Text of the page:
Contractors share their thoughts on reducing a job’s environmental footprint.
Industry is going greener, and construction is no exception.
"Contractors are stepping up their sustainability game, not just in the buildings they are constructing but in their practices and operations around the jobsite,” said Tommy Linstroth, CEO of Green Badger, which produces collaborative web and mobile apps for the green construction industry. Linstroth said his company works with general contractors around the country to help implement sustainability goals.
“One of the easiest, though often neglected, first steps is clearly communicating your sustainability policies in the job trailer and around the site,” Linstroth noted. “What good does having a recycling program in place matter when no one knows how to use it?” By way of example, he said Choate Construction, a southeast commercial general contractor, clearly posts expectations for their employees and all subs for waste and indoor air quality.
Some contractors are taking an aggressive approach to going green. “Lendlease is working on zero-waste construction practices and has partnered with the drywall industry to effect change in recycling practices,” Linstroth said. “Turner Construction is exploring how to have net-zero jobsites by offsetting all the electricity used in the construction process."
Soil stabilization is a green focus at structural steel fabricator and installer Rosh Metal. Alex Bar, the company’s operations manager, called it probably the most important measure to take to reduce construction-related environmental impact.
“The number one reason why this is important is because of the immediate effect of construction — it reduces the surface area of soil and puts greatly in imbalance any existing ecosystems, natural water outlets or plants that used to absorb it.” Soil stabilization helps eliminate that imbalance, provides a firmer foundation for the building and abates erosion effects, he noted.
Sotereas (Teris) Pantazes, now CEO of home improvement platform EFynch, said he thought a lot about how to implement green practices when he owned a solar installation company for 10 years.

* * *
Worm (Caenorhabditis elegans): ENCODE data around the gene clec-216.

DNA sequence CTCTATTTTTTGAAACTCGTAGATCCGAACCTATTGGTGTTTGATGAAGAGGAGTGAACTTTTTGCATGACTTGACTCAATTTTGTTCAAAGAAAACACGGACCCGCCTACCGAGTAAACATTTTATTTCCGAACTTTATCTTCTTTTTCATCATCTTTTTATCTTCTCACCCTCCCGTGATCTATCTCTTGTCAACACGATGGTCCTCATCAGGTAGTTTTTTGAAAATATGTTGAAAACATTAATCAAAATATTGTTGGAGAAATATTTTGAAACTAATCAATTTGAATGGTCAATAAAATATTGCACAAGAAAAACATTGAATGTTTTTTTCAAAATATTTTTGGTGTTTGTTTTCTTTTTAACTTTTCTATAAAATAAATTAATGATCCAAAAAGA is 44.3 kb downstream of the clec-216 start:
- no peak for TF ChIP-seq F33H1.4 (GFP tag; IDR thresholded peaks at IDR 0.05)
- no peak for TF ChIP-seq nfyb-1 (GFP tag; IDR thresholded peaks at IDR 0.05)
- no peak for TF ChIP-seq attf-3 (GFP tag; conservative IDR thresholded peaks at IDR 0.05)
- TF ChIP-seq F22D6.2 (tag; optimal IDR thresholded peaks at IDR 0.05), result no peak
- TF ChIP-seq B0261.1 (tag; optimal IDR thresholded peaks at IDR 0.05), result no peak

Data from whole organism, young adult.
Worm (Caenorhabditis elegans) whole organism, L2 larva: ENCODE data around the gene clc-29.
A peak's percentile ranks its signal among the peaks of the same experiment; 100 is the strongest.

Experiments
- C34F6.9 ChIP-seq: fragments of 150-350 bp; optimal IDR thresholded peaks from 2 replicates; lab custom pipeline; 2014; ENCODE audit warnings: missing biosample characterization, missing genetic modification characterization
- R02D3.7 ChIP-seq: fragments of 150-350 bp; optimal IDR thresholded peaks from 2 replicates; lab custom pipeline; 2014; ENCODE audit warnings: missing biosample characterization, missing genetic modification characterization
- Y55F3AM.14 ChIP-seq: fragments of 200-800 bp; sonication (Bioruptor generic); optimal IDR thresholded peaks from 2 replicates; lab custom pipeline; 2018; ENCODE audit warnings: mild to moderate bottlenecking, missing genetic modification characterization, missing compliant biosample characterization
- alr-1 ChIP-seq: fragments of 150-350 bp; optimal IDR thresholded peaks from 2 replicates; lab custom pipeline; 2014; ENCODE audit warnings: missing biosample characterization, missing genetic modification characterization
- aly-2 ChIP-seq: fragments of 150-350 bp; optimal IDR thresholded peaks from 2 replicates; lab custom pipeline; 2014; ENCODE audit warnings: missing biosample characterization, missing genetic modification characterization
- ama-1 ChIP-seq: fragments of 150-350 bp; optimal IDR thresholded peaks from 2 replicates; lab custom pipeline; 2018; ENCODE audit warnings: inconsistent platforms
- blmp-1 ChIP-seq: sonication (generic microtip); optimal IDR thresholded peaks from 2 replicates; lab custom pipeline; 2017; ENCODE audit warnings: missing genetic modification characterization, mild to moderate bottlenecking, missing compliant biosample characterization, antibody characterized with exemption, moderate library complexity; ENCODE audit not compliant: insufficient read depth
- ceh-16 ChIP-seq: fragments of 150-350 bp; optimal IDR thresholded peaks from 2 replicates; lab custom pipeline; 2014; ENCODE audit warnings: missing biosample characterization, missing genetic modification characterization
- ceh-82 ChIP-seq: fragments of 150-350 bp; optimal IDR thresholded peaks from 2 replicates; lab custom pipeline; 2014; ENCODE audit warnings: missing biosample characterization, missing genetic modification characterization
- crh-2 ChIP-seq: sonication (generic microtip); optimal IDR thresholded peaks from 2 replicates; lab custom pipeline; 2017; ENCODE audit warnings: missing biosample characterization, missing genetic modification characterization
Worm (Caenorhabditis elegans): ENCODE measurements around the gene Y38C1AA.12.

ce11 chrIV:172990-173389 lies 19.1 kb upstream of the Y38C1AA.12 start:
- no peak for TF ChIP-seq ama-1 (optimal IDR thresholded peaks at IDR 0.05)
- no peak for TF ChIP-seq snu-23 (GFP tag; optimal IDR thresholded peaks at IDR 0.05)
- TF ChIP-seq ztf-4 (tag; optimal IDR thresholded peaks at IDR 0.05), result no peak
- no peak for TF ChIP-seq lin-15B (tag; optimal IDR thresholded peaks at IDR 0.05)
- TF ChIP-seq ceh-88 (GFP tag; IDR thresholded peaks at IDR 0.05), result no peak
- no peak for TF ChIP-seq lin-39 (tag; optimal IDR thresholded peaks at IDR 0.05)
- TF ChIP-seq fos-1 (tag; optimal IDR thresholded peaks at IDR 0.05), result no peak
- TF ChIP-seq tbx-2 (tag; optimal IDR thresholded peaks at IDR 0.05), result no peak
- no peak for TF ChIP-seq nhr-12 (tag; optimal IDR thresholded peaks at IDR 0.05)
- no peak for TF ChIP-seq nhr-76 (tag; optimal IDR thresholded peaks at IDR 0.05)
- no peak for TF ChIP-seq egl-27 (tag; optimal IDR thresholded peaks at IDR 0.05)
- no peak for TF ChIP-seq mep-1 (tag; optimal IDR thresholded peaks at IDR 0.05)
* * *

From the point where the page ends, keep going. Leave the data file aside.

“Scrap metal has value, so every year we saved the scrap metal at our warehouse and would cash it out — recycle — in November,” said Pantazes. “The metal we saved each year would pay for our company Christmas party.” Having that end benefit provided a real incentive for his crews to work hard to collect scrap metal and trash.
His full team participated in a 15-minute trash pickup around the jobsite at the end of every work day, separating their finds into rubbish and recycling. “You would be surprised in modern times how recyclable all packaging has become. Everything from cardboard boxes, hard plastics and metal shipping bands, which could have as much as 5 pounds of steel in one pallet,” he added.
During his 10 years in solar installation, doing more than 5,000 jobs, Pantazes said he averaged less than 10 pounds of trash per job. “Think about it — that is probably less than one full contractor trash bag.”
Find more advice on greening your construction jobsite in 4 Simple Ways You and Your Crew Can Improve Sustainability on a Jobsite.
Freelance writer Mary Lou Jay writes about business and technical developments in a variety of industries. She has been covering residential and commercial construction for more than 25 years.